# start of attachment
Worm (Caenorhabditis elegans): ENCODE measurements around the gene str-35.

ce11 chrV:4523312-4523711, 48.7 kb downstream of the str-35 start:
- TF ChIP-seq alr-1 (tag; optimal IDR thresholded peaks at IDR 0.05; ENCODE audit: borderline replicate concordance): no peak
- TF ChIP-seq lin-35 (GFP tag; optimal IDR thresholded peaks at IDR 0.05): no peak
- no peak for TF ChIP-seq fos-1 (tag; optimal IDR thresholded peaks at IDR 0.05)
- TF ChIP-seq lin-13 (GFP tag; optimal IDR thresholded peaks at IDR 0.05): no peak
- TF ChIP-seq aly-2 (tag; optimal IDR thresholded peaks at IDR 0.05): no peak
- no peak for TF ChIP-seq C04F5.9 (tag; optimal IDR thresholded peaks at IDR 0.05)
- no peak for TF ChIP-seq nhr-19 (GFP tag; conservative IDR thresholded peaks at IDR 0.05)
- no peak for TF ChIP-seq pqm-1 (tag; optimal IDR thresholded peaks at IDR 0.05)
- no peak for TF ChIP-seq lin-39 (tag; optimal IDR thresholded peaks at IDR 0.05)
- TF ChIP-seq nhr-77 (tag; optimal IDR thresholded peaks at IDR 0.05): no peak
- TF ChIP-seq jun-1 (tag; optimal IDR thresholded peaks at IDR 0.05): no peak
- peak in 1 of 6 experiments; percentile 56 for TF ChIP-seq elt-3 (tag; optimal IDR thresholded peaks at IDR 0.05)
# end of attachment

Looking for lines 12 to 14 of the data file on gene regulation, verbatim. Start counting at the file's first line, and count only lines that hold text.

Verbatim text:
- TF ChIP-seq nhr-77 (tag; optimal IDR thresholded peaks at IDR 0.05): no peak
- TF ChIP-seq jun-1 (tag; optimal IDR thresholded peaks at IDR 0.05): no peak
- peak in 1 of 6 experiments; percentile 56 for TF ChIP-seq elt-3 (tag; optimal IDR thresholded peaks at IDR 0.05)